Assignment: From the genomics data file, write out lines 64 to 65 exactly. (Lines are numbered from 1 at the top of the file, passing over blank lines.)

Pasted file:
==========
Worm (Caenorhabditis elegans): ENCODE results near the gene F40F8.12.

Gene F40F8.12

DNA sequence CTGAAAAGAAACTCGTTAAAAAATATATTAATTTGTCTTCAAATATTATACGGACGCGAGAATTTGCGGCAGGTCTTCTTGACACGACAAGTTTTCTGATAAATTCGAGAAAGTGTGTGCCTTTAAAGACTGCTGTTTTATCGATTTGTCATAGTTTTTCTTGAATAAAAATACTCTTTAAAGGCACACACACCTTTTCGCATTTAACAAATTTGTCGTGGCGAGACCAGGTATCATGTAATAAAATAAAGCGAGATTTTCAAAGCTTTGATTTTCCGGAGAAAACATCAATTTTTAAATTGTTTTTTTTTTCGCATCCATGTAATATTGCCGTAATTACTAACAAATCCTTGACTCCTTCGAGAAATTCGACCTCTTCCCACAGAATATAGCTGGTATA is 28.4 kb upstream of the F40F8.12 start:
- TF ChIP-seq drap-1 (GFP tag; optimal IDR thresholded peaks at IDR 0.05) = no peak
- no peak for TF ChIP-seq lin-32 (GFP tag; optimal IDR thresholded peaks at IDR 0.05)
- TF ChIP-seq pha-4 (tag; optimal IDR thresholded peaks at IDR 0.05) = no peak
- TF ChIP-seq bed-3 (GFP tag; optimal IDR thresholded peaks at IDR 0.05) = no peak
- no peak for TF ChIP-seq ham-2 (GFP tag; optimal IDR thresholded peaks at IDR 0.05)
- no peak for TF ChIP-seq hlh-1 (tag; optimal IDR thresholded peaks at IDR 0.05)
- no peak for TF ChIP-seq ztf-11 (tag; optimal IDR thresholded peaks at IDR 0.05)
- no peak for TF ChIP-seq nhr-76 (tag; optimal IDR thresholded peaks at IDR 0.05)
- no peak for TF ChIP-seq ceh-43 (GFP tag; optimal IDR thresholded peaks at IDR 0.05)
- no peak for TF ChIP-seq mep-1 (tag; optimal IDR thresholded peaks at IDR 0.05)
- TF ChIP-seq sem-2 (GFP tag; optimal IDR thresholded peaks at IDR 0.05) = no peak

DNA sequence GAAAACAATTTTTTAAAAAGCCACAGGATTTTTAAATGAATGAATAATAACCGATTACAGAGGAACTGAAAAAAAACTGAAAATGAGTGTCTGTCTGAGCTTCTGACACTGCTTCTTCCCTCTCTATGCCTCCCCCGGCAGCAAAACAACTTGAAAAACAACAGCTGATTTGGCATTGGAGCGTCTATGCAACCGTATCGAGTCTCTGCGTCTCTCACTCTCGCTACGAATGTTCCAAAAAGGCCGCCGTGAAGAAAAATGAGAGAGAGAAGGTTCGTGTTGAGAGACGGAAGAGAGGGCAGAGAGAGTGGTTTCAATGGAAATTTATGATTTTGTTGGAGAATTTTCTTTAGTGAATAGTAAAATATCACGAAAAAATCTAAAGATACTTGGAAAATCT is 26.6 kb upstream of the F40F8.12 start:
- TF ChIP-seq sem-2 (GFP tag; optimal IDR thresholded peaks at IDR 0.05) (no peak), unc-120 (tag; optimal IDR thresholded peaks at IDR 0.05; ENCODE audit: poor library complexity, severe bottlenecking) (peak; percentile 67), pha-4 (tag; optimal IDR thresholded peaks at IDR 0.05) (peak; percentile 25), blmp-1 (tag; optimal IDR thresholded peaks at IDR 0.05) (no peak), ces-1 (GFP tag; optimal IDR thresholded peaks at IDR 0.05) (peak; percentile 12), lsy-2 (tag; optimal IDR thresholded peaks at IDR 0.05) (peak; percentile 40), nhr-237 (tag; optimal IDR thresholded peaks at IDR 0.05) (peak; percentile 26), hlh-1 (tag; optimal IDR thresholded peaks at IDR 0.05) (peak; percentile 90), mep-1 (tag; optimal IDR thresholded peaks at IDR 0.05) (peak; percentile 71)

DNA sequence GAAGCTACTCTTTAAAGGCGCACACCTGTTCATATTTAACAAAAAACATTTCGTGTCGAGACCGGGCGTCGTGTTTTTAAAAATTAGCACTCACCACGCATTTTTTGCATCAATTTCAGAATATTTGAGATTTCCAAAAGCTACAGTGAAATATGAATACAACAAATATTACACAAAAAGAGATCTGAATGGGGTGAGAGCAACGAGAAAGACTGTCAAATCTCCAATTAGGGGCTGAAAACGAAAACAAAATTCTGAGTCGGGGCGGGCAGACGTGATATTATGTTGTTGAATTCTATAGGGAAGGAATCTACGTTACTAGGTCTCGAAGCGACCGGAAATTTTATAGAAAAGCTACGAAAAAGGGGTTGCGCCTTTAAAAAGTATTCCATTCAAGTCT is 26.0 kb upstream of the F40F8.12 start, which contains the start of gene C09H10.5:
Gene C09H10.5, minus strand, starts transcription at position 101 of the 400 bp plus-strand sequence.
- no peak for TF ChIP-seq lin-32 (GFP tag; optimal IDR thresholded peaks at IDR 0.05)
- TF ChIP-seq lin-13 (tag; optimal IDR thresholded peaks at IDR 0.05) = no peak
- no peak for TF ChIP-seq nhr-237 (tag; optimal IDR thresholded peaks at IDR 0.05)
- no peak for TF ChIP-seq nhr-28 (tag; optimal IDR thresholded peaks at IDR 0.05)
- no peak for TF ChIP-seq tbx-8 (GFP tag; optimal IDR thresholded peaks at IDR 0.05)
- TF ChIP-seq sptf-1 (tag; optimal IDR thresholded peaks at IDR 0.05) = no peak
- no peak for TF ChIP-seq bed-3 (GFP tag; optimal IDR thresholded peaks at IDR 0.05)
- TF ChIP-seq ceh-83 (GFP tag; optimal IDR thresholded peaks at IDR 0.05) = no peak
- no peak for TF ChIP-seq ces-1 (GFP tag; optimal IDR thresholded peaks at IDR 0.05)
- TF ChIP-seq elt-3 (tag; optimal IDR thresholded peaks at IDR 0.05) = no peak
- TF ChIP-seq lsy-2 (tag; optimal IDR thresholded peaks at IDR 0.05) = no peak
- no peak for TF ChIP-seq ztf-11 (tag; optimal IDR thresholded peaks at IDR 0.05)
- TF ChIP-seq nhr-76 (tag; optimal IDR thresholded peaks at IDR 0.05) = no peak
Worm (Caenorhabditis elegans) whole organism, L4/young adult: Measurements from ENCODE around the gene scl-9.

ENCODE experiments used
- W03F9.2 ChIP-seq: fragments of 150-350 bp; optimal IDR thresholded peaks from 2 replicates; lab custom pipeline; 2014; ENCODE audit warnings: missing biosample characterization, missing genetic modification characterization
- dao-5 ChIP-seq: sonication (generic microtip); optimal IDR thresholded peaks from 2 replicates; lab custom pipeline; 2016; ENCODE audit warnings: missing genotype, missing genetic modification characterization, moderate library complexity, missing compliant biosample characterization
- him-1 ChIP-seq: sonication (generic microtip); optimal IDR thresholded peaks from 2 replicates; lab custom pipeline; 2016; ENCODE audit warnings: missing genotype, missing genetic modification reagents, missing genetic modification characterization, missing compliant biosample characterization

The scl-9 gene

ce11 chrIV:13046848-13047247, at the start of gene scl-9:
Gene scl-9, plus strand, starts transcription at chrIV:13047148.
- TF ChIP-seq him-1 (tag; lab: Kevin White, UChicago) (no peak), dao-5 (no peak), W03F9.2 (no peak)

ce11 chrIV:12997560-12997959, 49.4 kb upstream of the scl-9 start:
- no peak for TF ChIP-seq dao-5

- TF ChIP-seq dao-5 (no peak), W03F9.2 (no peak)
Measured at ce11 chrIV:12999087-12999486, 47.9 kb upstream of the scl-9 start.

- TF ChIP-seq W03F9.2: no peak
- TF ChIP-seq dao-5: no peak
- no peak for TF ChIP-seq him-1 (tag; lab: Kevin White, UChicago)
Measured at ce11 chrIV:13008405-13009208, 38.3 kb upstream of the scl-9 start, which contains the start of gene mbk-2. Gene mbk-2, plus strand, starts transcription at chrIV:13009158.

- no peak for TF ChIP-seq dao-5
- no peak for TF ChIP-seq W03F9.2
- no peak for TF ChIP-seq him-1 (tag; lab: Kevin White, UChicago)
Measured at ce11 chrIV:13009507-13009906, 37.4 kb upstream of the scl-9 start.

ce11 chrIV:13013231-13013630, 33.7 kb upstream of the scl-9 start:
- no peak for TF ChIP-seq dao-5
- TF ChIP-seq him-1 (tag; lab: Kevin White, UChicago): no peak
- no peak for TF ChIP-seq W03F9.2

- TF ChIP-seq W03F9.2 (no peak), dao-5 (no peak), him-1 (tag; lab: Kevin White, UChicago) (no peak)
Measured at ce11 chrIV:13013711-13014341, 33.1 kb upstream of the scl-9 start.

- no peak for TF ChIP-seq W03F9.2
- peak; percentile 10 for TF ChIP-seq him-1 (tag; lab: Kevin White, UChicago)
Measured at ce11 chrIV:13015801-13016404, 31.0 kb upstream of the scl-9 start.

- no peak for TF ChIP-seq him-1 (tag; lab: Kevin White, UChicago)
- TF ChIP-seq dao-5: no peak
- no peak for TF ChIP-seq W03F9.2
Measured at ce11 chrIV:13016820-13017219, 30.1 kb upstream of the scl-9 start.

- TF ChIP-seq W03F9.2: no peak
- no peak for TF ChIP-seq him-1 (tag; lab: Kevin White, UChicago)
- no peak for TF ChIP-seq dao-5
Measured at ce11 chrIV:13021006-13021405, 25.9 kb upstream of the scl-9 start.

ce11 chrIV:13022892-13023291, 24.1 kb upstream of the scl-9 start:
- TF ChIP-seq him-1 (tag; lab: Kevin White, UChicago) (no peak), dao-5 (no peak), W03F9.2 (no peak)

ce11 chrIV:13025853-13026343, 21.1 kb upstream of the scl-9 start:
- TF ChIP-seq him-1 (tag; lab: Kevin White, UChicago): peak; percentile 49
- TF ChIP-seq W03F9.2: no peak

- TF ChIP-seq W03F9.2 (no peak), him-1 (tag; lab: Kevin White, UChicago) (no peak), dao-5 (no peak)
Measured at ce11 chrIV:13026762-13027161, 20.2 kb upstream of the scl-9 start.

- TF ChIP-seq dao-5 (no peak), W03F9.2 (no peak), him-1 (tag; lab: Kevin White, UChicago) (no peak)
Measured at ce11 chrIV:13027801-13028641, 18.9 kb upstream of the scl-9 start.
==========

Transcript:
- no peak for TF ChIP-seq W03F9.2
Measured at ce11 chrIV:13016820-13017219, 30.1 kb upstream of the scl-9 start.